It’s early in the morning and you’re fumbling around in a sleepy daze trying to find something clean to wear to work. You settle on your favourite shirt because it never needs ironing and the cheery colour detracts attention from your sleep deprived eyes. (Note to self: must stop staying up late watching Gossip Girl dvds…) You stumble into the kitchen to put a coffee on, still doing up the buttons on your shirt when you here a light tinkling sound. A button has fallen off and is rolling across the tiles. NOOOOOO!
Okay, so I am being overly dramatic, but it is frustrating when buttons fall off. Particularly if you can’t sew it back on yourself and need to call your mother/aunt/sister/brother/dressmaker to fix it for you. But please don’t be dismayed. It’s really easy to sew buttons on yourself and I’m going to show you how to do it.
With most factory made garments, flat buttons are sewn on with a fancy machine. While this is great because it’s a really fast method for attaching buttons, it does mean that once the thread is pulled, it will unravel quickly and the button will fall off. If you notice any loose threads pulling from your buttons it’s best to take the button off and sew it back on straight away so the button doesn’t fall off later without you noticing when you’re out and about. Hand sewn buttons are much stronger and shouldn’t unravel.
There are two slightly different ways to sew on buttons. The method you use will depend on the type of button – flat or shank. Flat buttons are, well, flat. The holes go through from the front to the back of the button and are visible from the right side of the button. They can have either two holes or four holes. A shank button does not have a visible hole from the right side of the button. Instead, they have a shank with a hole going through it on the back of the button. Pretty straight forward, isn’t it?
First off I’ll show you how to sew on a flat button, as they are more commonly used on shirts. All you need is a needle, thread to match your button and garment and the secret tool, a matchstick. Yes, a simple little matchstick makes a big difference to the final result. Start by threading your needle with a double thread for extra strength and knot the ends together. (For more on threading needles and knotting thread see this post on basic hand sewing.)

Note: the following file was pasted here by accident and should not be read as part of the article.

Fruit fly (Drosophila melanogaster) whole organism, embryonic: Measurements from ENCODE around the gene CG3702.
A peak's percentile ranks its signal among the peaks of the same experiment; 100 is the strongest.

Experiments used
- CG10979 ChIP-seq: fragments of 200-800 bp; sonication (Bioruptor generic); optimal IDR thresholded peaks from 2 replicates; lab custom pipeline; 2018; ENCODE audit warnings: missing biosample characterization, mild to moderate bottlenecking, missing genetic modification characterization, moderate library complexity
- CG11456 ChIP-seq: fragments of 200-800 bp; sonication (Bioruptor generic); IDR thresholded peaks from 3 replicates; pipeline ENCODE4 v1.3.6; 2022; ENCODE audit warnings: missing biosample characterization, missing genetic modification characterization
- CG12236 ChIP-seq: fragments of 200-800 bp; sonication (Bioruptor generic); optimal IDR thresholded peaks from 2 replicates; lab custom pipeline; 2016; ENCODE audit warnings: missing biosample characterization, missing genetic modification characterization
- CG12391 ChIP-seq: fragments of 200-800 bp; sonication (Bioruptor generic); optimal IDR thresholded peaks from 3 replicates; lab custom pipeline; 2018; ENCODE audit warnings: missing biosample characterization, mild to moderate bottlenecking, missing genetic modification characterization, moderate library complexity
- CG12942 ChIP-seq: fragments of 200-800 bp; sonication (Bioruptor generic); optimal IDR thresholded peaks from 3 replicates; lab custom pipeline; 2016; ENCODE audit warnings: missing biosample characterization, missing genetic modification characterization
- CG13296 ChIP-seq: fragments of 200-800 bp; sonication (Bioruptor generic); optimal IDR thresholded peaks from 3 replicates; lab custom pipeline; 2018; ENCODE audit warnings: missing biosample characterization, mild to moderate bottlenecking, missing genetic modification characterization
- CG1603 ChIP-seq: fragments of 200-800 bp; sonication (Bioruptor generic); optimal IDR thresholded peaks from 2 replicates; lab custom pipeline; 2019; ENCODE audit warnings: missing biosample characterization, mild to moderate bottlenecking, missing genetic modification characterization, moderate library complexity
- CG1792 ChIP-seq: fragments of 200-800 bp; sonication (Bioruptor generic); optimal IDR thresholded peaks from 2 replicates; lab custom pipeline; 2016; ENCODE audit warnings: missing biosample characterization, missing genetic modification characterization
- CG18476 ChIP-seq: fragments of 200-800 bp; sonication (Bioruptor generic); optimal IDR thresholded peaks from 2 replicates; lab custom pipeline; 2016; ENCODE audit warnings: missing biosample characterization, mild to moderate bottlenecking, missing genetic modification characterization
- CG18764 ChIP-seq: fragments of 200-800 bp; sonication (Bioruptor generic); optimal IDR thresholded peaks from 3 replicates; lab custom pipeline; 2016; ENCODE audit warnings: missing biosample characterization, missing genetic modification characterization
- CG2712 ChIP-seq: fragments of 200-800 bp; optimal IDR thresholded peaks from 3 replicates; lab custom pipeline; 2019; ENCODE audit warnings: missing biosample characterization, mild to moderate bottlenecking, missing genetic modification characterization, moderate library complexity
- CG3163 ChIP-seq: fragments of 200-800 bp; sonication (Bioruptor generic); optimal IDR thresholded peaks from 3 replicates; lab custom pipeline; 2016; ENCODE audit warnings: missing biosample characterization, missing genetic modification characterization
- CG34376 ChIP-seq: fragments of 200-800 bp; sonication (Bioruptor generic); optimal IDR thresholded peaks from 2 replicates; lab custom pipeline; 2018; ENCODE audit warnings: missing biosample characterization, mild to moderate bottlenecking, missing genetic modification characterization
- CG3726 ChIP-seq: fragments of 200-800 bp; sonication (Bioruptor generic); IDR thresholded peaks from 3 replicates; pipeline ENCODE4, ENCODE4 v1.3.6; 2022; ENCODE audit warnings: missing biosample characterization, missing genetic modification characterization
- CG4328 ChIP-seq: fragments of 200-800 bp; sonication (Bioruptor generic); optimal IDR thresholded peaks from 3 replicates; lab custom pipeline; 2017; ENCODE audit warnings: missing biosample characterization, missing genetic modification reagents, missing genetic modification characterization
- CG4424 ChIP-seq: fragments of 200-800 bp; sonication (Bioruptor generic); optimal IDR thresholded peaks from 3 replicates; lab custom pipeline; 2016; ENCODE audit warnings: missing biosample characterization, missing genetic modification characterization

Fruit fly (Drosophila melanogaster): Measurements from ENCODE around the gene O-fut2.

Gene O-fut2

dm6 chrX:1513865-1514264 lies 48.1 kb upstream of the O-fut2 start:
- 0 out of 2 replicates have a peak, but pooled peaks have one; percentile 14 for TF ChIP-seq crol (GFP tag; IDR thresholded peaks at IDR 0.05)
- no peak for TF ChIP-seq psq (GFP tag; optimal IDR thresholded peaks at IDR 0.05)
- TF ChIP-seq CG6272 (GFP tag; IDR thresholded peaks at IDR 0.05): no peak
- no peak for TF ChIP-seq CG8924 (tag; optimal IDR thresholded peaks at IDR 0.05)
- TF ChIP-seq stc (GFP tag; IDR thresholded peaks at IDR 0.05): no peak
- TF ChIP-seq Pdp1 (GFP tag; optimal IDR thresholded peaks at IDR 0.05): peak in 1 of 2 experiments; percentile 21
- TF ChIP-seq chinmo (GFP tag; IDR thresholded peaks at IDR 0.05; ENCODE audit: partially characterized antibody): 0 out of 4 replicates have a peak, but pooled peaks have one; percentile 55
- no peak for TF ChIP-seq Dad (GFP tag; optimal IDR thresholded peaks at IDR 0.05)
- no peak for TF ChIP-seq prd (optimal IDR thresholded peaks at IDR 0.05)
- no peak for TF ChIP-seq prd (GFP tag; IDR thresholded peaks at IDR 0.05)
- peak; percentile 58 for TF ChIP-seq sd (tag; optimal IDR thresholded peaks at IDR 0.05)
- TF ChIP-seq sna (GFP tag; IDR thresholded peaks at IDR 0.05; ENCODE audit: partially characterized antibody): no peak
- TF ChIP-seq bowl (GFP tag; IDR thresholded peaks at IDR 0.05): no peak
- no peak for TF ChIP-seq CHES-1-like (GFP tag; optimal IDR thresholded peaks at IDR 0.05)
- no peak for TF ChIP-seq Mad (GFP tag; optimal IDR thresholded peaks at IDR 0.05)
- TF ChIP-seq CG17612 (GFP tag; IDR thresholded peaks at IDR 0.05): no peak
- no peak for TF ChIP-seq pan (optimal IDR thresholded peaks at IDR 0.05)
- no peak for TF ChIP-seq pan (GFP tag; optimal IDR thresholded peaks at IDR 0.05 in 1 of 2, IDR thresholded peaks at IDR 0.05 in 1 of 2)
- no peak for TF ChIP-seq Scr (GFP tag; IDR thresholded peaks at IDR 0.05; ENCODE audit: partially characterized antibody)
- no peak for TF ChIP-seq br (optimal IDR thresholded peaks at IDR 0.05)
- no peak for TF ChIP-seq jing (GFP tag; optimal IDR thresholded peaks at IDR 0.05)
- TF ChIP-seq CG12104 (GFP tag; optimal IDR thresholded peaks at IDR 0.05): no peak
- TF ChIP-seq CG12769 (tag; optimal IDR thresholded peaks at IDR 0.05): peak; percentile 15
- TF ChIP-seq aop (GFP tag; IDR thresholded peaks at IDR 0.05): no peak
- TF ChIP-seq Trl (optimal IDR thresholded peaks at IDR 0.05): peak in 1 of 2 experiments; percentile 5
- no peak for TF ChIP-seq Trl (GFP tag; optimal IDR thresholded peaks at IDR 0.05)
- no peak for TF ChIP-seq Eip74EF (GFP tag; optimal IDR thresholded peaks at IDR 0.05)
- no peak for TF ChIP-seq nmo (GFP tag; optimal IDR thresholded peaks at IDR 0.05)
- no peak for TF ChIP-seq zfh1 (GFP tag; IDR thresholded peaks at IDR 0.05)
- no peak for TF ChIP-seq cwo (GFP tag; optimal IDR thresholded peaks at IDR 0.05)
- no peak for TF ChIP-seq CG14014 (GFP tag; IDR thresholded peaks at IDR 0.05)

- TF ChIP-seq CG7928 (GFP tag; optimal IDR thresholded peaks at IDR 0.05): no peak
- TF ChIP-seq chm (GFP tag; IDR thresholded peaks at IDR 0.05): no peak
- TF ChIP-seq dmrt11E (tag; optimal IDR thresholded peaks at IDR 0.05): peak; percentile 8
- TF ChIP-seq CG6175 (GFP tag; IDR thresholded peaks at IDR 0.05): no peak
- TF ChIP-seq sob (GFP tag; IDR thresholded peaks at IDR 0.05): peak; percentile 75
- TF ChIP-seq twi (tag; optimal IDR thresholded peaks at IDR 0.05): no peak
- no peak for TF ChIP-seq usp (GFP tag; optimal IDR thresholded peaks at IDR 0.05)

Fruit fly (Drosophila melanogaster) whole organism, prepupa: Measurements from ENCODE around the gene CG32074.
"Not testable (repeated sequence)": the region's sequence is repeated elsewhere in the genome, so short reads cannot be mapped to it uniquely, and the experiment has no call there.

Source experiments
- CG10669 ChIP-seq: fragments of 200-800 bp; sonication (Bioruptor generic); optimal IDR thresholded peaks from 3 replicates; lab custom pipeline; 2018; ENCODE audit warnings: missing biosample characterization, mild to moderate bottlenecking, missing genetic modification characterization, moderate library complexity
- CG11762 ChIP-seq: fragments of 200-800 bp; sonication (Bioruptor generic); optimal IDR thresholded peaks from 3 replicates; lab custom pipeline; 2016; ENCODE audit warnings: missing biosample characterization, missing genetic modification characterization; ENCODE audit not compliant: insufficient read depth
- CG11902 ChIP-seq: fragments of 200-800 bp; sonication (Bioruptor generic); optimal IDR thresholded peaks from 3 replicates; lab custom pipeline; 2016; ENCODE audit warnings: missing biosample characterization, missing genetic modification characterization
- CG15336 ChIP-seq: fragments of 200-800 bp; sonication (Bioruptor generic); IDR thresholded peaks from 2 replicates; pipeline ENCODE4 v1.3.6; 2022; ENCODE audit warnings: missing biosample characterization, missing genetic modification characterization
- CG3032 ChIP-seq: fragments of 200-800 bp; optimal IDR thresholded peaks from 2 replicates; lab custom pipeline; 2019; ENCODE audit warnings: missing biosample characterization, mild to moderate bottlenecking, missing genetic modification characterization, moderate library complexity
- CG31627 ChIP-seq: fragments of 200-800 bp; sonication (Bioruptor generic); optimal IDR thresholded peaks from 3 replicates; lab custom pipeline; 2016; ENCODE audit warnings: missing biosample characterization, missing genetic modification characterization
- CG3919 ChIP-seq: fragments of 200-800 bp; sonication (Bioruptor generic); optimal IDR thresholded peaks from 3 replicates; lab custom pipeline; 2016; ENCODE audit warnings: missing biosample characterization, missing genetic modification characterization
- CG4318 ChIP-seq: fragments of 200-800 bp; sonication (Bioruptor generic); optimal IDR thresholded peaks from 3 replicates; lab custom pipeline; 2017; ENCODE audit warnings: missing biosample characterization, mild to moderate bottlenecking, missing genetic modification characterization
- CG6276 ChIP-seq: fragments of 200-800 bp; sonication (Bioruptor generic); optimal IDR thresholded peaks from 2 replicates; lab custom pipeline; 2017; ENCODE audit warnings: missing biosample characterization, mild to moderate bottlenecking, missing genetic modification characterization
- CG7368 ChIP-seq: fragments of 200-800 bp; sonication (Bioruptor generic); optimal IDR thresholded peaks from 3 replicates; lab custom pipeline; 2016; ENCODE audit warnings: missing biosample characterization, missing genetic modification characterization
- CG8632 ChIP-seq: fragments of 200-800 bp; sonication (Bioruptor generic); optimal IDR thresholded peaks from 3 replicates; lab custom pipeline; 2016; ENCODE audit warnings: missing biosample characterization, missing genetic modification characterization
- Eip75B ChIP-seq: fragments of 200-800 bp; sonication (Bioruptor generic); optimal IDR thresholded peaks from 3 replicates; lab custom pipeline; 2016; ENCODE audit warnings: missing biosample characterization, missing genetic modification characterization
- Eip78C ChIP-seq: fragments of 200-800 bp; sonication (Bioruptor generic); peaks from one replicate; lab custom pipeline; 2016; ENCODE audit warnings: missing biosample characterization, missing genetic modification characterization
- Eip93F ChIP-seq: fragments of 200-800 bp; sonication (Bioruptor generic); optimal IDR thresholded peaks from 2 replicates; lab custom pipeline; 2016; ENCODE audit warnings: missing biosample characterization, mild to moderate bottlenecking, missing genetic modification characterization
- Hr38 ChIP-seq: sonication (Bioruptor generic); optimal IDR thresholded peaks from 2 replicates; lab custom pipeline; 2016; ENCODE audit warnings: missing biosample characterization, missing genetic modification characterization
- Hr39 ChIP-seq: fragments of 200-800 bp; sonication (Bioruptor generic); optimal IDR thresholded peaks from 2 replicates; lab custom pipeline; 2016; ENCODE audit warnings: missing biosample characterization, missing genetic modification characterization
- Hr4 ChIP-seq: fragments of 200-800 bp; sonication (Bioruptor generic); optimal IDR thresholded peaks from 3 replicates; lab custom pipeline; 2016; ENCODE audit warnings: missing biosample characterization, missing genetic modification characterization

Poke the needle from the wrong side of your garment through the spot where you want the button, so the knot of the thread is on the inside of the garment.
Do a tiny stitch to secure the thread and to prevent the knot pulling through the fabric.
Lay the matchstick next to the thread on your garment where the button is to be attached. Thread the needle through one of the button holes and hold the button on top of the matchstick.
Poke the needle down through the other button hole and through the fabric on the other side of the matchstick. At first it might be a little bit fiddley to hold the button on the matchstick, but once you’ve done the first stitch or two it should hold it in place.
Poke the needle back up through the garment and back through the first hole again then down through the other hole to the inside of the garment again. Repeat this stitch a few times depending on how big the button is. A small button may only need 3 stitches through the button holes, but a large button my need 5 or more.
Once you’re happy with how many times you’ve stitched through the button, carefully remove the matchstick. Be careful not to pull the thread tight.
The stitches should be a little loose from where you removed the matchstick.
Now the reason for the matchstick should start to make more sense. With the needle pushed through to the right side of the garment, hold the button away from the fabric, so you can see a gap between the button and the fabric where the stitches are. Wrap the thread around the stitches four or so times. This creates a “neck” behind the button, which gives room for the fabric around the buttonhole and makes it much easier to do up your buttons.
Poke the needle back through to the wrong side of the garment but don’t cut your thread yet or it will unravel! This last step is very important. On the inside of the garment, at the back of where you’ve attached your button, do three very tiny stitches on top of one another to secure your stitching.
Now you can cut the thread. And that’s it! You’ve finished!
If your button has four holes you can either sew a little cross by sewing to the diagonally opposite holes, or you can sew across vertically and have two little bars of stitching. It’s up to you.
I know some people will just sew on buttons without using a matchstick to create the neck. That is okay, but you need to be careful with the tension of your stitches so you can still wrap the thread around to form a neck. Otherwise the button will be so tight against the fabric that it might be difficult to do up the buttons and they won’t sit as nicely. I like my buttons to sit nicely.
Stay tuned for my next learn to sew post and I’ll show you how to sew on shank buttons.
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